Lead researcher: Carl-Éric Aubin, Full Professor, Department of Mechanical Engineering
Contribution from the CFI: $877,558
Contribution from the Government of Québec: $877,558
Total project value: $2,889,478
The project headed by Professor Aubin will involve implementation of leading-edge imaging technology and biomedical engineering infrastructure at the Centre hospitalier universitaire (CHU) Sainte-Justine. These infrastructures will also be key to the TransMedTech Institute at Polytechnique Montréal, a transdisciplinary, intersectoral, open-innovation ecosystem—better known as a living lab—dedicated to the design and implementation of next-generation medical technologies for treatment of cancer, cardiovascular illnesses and musculoskeletal disorders.
The project will enable a North American first: establishment of a prototype low-dose multi-energy radiology imaging system that will be used to develop technologies for 3D diagnosis of musculoskeletal disorders as well as for simulation and optimization of orthopedic treatments.
The project also aims to implement a high-resolution dynamic 3D surface topography system for imaging the human body, the only one of its kind in the world, that will enable innovative research into postural control along with approaches for detection and treatment of musculoskeletal disorders. Lastly, the project will enable implementation of next-generation 2D/3D fluoroscopy methods for development of innovative applications for optimizing complex surgeries and guidance of new spinal surgery approaches.
Project: Platform for the Quantum Engineering of Low-dimensional Systems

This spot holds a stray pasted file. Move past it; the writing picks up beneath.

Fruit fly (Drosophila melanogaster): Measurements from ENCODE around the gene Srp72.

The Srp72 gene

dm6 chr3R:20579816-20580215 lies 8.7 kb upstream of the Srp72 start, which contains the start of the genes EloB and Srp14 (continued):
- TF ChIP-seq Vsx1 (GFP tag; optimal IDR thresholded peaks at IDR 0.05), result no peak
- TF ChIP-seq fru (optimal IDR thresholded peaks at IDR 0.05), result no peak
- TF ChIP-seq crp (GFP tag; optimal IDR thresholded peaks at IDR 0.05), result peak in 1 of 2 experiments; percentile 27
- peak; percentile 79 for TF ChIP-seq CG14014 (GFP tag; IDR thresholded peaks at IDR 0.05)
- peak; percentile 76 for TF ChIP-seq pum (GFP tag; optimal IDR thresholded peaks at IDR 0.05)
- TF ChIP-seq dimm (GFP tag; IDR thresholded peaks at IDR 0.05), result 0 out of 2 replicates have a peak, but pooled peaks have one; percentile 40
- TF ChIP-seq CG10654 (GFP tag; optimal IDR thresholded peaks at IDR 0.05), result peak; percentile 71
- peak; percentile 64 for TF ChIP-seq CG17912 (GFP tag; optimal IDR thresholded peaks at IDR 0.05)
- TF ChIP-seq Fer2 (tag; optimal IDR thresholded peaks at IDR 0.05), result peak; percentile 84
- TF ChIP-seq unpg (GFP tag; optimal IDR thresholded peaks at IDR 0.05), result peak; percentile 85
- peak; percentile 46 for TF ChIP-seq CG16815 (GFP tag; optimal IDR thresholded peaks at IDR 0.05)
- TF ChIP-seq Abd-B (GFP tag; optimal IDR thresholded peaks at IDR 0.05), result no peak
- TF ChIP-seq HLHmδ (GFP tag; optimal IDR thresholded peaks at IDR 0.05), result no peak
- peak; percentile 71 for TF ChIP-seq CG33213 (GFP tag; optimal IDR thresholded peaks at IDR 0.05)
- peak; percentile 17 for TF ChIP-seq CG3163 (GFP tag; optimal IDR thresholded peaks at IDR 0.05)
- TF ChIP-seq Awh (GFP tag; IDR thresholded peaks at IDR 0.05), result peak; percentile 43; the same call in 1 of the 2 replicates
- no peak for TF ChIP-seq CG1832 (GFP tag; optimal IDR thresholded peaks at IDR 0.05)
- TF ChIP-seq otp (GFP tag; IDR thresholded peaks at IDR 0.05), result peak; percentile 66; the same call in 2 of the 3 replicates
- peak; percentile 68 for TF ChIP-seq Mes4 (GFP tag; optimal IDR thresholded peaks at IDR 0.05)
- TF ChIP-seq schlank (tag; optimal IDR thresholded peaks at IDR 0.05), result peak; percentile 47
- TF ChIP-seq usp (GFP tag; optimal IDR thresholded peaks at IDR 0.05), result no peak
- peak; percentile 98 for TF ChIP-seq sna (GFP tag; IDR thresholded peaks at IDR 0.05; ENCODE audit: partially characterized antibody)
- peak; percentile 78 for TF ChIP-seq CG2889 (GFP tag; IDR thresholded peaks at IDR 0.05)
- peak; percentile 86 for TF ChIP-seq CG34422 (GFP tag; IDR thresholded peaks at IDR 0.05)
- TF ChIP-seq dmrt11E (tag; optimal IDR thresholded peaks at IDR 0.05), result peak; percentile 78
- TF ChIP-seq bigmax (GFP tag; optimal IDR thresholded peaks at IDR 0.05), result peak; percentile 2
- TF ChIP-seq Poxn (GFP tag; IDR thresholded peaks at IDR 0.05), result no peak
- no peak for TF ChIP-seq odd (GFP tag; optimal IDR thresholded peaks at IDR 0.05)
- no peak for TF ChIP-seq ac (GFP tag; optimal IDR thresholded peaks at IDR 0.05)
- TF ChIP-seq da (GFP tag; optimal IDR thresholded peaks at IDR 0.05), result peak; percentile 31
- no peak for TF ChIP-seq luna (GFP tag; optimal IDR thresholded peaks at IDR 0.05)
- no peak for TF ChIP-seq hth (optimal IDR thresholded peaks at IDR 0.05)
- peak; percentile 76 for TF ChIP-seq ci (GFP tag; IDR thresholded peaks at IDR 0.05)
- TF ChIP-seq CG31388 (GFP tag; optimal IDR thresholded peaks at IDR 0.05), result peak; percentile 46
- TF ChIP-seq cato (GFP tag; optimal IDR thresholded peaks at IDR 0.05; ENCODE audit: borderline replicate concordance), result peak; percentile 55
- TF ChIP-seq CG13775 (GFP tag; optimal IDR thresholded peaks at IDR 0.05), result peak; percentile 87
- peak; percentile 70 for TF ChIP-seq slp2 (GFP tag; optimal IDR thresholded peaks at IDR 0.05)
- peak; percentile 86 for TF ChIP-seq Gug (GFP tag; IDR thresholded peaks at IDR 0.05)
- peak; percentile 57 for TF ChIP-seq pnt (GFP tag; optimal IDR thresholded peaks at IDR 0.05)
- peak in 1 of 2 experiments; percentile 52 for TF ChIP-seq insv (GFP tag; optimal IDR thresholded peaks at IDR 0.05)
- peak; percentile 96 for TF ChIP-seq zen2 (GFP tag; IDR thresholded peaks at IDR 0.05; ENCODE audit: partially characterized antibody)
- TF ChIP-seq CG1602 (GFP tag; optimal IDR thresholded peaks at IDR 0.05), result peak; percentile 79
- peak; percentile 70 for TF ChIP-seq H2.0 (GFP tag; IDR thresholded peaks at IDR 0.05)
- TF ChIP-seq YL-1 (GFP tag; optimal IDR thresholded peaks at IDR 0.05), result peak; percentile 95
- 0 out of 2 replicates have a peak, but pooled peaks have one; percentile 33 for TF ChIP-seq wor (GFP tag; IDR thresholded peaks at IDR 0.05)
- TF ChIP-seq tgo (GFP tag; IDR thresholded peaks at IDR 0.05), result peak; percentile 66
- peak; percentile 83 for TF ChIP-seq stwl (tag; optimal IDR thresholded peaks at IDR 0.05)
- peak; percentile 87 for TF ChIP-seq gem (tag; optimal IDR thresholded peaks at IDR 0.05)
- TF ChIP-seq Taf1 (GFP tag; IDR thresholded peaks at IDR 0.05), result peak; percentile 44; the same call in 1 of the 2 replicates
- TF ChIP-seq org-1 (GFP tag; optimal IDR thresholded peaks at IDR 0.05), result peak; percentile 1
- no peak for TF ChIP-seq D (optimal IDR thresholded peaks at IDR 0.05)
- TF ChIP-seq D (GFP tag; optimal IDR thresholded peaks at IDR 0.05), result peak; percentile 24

Lead researcher: Stéphane Kéna-Cohen, Adjunct Professor, Department of Engineering Physics
Contribution from the CFI: $2,860,655
Contribution from the Government of Québec: $2,860,655
Total project value: $8,592,793
The project headed by Professor Kéna-Cohen targets implementation of tools found nowhere else in Canada: a CVD (chemical vapour deposition) system for growing isotopically purified materials, a low-energy electron microscope with high energy and spatial resolution, a time-resolved photoemission electron microscope, a system for pump-probe spectroscopy and coherent optical control, a pulsed and continuous-wave electron paramagnetic resonance spectrometer, and an ultralow temperature magnetic-field electron transport system.
These tools will enable the manufacture and characterization of novel low-dimensional materials, to be used to develop new, more efficient, better-performing and potentially revolutionary quantum technologies in the areas of energy, information and communications.